In districts across the country, he says, many delivery people still need to get curfew passes. This can take days, due to the manual processes of granting these. Instead, he suggests, a valid ID card and letter from the e-commerce company concerned should be accepted by local authorities.
“Also, in different villages where major warehouses of e-commerce firms are located, the local sarpanchs are not letting e-commerce delivery people either enter or go out. So, less than half of all e-commerce orders have been delivered in the country; the majority of orders are still pending due to non-availability of the resources and workers to deliver these,” said Taparia.
Some of these e-commerce companies
actually have all the government approvals needed to deliver but are still stuck. “The situation in e-commerce has nothing to do with the employers now. Because of the announcement of the lockdown, a lot of staff which were coming from outside cities and towns have just packed their bags and decided to leave,” says Rituparna Chakraborty, president, Indian Staffing Federation, apex body of organised staffing companies and representing a little over a million contract workers employed across 100 staffing company members annually.
That includes some of the biggest e-commerce firms. “The Amazons of the world and all these e-commerce entities could have operated by providing essential services but they don't have enough hands to successfully deliver, (though) the demand has increased exponentially,” said Chakraborty.
While the central government has asked that certain procedures e followed uniformly for e-commerce services, local authorities are following different rules at state, city and district levels, observes Ankur Pahwa, partner for e-commerce and consumer internet at consultancy EY India. “Also, the staff shortage at warehouses is making the process of packing and delivering of products a problem. And, a lot of delivery people have concerns about their security and have gone back to their home towns. A lot of people are falling out of the employment-serving curve." Adding: "Though e-commerce companies are getting a huge amount of orders and there is a greater amount of adoption of people using digital platforms to buy and consume, there is not enough infrastructure to deliver.”
Officials at various e-commerce firms, who did not wish to be named, say there is an urgent need for governments and local public service agencies -- including the police -- to win the confidence of the more than a million delivery executives in the e-commerce sector and assure them safety. “Delivery people are not available. The attendance is very poor,” said one executive.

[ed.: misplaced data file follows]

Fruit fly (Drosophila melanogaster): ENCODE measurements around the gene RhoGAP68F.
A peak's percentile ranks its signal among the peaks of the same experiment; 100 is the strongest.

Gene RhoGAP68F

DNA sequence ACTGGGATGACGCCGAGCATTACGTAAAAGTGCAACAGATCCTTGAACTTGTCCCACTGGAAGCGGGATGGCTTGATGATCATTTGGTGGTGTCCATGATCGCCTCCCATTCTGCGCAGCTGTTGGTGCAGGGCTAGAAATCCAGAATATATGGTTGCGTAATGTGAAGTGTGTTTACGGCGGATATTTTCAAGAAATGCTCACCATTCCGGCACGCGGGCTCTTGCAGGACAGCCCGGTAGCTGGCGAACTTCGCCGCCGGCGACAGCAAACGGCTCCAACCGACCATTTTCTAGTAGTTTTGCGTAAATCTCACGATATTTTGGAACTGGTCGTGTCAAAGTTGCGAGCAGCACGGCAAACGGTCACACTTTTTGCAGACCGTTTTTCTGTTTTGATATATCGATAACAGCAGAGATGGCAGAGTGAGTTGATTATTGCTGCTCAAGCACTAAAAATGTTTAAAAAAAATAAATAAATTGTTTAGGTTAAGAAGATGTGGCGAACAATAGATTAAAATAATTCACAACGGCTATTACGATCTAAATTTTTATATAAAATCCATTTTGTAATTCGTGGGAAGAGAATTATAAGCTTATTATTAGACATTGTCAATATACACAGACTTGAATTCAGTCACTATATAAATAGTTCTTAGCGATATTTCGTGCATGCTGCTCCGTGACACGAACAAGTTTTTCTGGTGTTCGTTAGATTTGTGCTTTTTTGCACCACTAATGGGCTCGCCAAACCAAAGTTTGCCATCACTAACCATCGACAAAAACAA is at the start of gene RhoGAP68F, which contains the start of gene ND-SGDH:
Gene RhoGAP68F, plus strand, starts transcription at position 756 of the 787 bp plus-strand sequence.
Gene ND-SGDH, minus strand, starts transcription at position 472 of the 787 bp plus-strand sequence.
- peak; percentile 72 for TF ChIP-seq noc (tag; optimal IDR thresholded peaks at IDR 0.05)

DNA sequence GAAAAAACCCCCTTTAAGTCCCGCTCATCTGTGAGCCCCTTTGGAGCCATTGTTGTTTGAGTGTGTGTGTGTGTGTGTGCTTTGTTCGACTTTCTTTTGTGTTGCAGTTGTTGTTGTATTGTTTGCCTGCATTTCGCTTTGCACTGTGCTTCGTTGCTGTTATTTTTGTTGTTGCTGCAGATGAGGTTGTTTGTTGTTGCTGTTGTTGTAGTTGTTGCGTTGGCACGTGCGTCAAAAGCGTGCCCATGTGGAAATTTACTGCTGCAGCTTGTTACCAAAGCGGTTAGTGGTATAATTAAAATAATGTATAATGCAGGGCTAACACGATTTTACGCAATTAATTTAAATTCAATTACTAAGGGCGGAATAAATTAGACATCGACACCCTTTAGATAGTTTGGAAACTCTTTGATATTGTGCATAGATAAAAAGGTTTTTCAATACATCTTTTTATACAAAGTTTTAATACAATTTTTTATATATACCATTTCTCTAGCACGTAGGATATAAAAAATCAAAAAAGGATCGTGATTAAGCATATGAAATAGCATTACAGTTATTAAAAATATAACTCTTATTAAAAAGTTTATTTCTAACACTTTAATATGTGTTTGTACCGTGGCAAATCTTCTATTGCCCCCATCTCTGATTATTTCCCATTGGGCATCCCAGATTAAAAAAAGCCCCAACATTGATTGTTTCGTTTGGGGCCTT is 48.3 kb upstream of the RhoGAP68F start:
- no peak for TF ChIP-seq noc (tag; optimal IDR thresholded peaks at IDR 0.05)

Putting it all back
“To achieve the objective of moving essential supplies across the country, from our sellers and vendors to customers, our teams are exploring all possible collaboration ideas, including the railways (also the postal department), among other innovative ideas. All these ideas, supported by government effort, will help us significantly ramp up our capacity to deliver essentials very soon,” said Rajneesh Kumar, chief corporate affairs officer at Flipkart. “We have been hiring and are offering incentives to supply chain and delivery executives engaged in grocery and essentials to enhance the capacity to deliver to customers efficiently.”
E-commerce major Amazon says it's resuming services gradually. However, if you order an essential item like rice or tea on the platform, the app shows it would be delivered in a month -- at least in Bengaluru, where the company is headquartered. “We continue to resume services gradually, adding in more cities as we get the necessary clearances and passes from the local authorities. We are first serving existing orders for essential products and accepting new orders for these items only,” said an Amazon spokesperson.
It has resumed services in Bengaluru, Pune, Ludhiana, Lucknow, Mysuru, Noida, Raipur, Kolkata, Mumbai and Hyderabad so far, for essential goods.
E-health start-up Medlife has resumed services in about 20 cities but is figuring how to manage its supply chain. That apart, co-founder and chief executive Ananth Narayanan says their biggest challenge is to get employees to work. “We need strong messaging now that we are taking all precautions and assure people enough to come back and start serving, for essential services,” he said. The company is seeing around two to three times the normal orders on its platform but is short of staff by about 50 per cent.
Online grocery store BigBasket, also trying to get back on its feet, has not accepted any orders on the app for a week, even for its BB Star customers. Supr Daily used to deliver essentials based on a subscription model but has now restricted the category to only milk -- it has stopped delivering other products such as vegetables, eggs and bread. Branded meat and poultry delivery start-up Licious is also non-functional for over a week now, with everything out of stock on its app.